Romans 1:1-17 (Day One) Short Devotional by Ty Carver
June 1st, 2010
I can get excited about a football game, a new series coming out on TV, a new Broadway production, or a vacation to a resort destination, but the thing that I say matters most doesn’t even get a scream of excitement out of me. Why doesn’t that happen today? How I need Jesus in these times. I want to understand His provision and sacrifice He has made for me but the reality is I can’t comprehend what God fully comprehends. His grace is still sufficient for me. (Romans 1:5)
It often baffles me how I often search for good news and bypass recognizing the greatest thing that has ever happened to me: knowing Jesus through His precious and gracious gospel. How I need that reminder every morning that I wake up! I love what a wise leader recently said to me, ‘it is not that I get closer in my walk with Jesus, but that His grace just gets better everyday.’ It needs too because, if anything, I am not getting less sinful! We can strive for perfection, but ultimately fail consistently.
I find myself asking these questions a lot lately. Especially since I’m beginning to close a chapter of my college life and open another. What good news excites me? Am I constantly reminding myself of God’s goodness, grace, mercy, and forgiving love of His gospel? Or has this sustaining bread of life gone stale because of my apathy? For me, I become apathetic when I don’t constantly remind myself of how good things really are. If I was given ice cream everyday, would it be a treat I would be excited about having? I probably would say ‘no, I eat that everyday.’ But the gospel is life sustaining. It is necessary. I’m learning to rely on God’s truths in His word rather than my emotions. A promise I seem to fail at relying on is that promise of his gospel. I always rely on it in fear for my salvation, but how selfish is that?!?
I love how excited Paul is to share and experience Christ with those in Rome in Romans 1:8. I find it necessary to point out that the evangelism that is happening in Rome is contagious and heard of prior to Paul’s visit. Is it like that on my campus? Also, I love how encouraging Paul is in having a mindset of talking with the Lord about those who need Him in Rome. Where is Ty’s mind in planning my day? Do I ever stop with a sincere heart of wanting to serve the lost in my campus and community? The answer is usually no again. How I fall short but the Lord always makes up for my imperfections.
“First, I thank my God through Jesus Christ for all of you, because your faith is being reported all over the world. God, whom I serve with my whole heart in preaching the gospel of his Son, is my witness how constantly I remember you in my prayers at all times; and I pray that now at last by God’s will the way may be opened for me to come to you. I long to see you so that I may impart to you some spiritual gift to make you strong- that is, that you and I may be mutually encouraged by each other’s faith.”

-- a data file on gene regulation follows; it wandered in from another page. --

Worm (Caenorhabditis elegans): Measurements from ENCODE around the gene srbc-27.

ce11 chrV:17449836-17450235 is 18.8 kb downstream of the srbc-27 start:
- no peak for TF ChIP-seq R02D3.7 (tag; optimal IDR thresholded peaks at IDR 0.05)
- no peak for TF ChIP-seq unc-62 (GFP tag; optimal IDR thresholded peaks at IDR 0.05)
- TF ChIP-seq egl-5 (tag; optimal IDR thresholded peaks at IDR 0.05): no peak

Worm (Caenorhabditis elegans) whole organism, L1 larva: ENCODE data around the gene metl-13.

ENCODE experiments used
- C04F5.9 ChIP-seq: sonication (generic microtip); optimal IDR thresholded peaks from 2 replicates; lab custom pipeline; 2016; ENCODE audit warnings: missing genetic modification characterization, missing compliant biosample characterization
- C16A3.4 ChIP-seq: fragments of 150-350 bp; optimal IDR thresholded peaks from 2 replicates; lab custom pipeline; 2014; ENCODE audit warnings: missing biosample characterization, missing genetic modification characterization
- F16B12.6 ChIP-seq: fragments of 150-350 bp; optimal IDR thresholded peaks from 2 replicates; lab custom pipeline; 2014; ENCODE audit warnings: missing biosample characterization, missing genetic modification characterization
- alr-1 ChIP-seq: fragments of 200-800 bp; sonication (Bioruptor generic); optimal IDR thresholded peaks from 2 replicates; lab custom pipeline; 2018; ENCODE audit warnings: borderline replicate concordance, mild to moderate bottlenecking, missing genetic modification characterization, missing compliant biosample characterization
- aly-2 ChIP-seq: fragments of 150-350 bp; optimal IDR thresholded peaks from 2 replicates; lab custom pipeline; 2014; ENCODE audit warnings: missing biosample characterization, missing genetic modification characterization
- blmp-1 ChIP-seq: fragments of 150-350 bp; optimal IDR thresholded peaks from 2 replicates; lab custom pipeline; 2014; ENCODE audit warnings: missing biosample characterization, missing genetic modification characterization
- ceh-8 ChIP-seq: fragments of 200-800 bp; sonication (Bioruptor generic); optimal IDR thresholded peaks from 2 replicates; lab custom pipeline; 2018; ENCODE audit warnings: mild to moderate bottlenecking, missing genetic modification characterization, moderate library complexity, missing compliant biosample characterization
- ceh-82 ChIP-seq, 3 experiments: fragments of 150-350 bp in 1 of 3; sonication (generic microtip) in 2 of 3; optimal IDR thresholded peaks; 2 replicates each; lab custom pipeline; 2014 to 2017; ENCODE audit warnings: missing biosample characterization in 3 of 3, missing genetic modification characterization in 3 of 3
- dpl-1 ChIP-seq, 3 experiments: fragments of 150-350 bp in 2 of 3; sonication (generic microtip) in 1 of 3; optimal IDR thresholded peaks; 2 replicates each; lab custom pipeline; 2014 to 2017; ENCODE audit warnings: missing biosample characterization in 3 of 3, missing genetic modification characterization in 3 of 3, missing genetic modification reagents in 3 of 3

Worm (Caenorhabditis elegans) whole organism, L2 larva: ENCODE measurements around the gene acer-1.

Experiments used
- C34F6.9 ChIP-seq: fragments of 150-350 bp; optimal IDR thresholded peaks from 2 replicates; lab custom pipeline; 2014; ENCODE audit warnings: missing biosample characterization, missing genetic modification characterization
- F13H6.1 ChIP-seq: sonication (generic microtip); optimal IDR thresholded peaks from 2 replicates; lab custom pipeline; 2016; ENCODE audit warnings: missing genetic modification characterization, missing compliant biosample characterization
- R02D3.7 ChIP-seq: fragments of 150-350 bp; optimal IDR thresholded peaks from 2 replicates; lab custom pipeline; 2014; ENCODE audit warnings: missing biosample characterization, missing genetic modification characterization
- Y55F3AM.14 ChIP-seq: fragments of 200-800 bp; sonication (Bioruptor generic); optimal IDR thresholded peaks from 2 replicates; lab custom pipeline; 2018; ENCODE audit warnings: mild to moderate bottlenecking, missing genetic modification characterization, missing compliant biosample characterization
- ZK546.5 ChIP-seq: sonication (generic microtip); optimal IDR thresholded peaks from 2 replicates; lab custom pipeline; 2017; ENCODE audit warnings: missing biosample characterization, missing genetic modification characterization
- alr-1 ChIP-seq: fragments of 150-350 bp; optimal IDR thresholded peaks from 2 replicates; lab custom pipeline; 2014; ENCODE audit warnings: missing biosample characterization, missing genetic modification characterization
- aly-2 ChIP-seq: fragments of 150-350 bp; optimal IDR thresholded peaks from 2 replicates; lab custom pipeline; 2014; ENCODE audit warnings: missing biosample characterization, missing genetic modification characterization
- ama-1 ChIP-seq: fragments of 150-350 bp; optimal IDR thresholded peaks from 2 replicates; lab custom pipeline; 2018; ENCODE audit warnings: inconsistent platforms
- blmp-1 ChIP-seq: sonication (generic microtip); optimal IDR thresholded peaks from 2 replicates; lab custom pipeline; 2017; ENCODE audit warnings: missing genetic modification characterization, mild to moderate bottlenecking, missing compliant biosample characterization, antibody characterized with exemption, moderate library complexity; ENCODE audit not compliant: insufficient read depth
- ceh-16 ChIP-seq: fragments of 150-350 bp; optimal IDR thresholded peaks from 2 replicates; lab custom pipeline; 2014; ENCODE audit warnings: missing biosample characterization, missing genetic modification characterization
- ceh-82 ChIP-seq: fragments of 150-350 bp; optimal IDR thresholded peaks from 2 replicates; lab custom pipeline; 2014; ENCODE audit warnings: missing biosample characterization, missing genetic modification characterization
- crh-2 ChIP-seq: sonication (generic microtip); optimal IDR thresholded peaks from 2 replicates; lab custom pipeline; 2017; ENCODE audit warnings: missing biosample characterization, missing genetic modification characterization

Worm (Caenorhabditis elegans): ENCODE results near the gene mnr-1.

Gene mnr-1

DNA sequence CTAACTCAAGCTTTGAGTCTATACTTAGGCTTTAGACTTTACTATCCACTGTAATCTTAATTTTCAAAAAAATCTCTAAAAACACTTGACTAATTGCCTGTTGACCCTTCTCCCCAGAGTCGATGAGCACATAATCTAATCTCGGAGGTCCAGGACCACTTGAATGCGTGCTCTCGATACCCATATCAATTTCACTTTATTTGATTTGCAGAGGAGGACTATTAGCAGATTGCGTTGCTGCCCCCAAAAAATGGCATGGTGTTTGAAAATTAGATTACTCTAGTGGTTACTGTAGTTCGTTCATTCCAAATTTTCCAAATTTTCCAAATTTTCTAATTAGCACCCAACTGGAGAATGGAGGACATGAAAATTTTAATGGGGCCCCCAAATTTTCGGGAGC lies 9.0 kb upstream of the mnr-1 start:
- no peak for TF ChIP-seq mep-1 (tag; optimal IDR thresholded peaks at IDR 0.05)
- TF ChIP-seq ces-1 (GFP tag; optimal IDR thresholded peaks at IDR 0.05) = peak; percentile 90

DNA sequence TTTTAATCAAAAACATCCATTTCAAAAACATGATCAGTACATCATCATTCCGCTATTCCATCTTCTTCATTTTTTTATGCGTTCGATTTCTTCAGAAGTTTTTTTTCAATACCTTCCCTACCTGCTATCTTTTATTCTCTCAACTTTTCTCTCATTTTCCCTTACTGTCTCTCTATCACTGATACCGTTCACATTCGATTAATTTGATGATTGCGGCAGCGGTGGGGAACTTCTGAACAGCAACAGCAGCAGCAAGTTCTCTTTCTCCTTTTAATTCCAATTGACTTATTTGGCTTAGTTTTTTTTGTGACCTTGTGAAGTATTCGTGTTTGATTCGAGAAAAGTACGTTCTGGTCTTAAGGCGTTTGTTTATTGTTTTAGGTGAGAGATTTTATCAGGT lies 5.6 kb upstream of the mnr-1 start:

Romans 1:1-17 (Day 2) Short Devotional by Elizabeth Axelson
June 2nd, 2010
I know that so often, when I read an Epistle, it’s so easy for me to skim over the beginning and the conclusion because what “really matters” is what’s in the middle. This study has thrown me for a loop in the way I typically study the Word, and I’m so glad it did- what riches are found here! As I really delved into this opening, I thought to myself, how does it feel when someone I think is super stellar in their faith tells me that they are and have been praying for me? Pretty darn good. Well, what if I had only heard about that person and had no idea they even knew who I was, and yet, here they were thanking God through Christ for me all the time? Woah. I have to believe that’s what the Romans felt as they received this letter. “Oh my gosh,” they must have said in their colloquial version, “the apostle Paul wants to meet us, is thankful for us, has been praying for us, wants to share his gifts with us and thinks we can encourage him (1: 8-12)?” That would have been pretty cool to read.
Before he even arrived at Rome, however, Paul certainly encouraged and taught the Romans so much in this letter. The way he addresses his relationship with God is pretty mind-blowing, and this is even before really diving to the incredible implications of the gospel. Not only does Paul serve God “in his spirit,” or “with his whole heart” as my translation has it, but he does so with joy from understanding the gospel. Is that how I live? Certainly not most of the time. Paul calls upon God as his witness about his continual prayer for the Romans, talking about the Lord like He were his best friend. I’m reminded of times when I try to prove I’ve done something by telling someone, you can just ask my best friend who’s with me all the time, she’ll tell you I did it. But here, Paul recognizes that God knows and sees all: our prayers, our thoughts, our motives, and if Paul can ask for God to attest to his prayerfulness about the Romans, I have to believe it’s true. Can I call upon God as my witness for the way I pray about people or the thoughts I think? Do I want to? Not really when I realize my thoughts and prayers are not generally something I like to brag about, and sometimes I wish God didn’t have to witness all of that. But each day, by preaching the gospel to ourselves, our minds are transformed and renewed by the Spirit and we can be made new in Christ (Romans 12:2). That is the beauty of a relationship with God- He is able to work in us moment by moment by His Spirit to make us more like Him. I long for that friendship, that companionship, that love that Paul found in the Lord, and the moments I experience it are some of the most treasured in my life. I’m praying that God continuously changes us more into Himself, and as we grow closer to Him, that intimate relationship only grows deeper.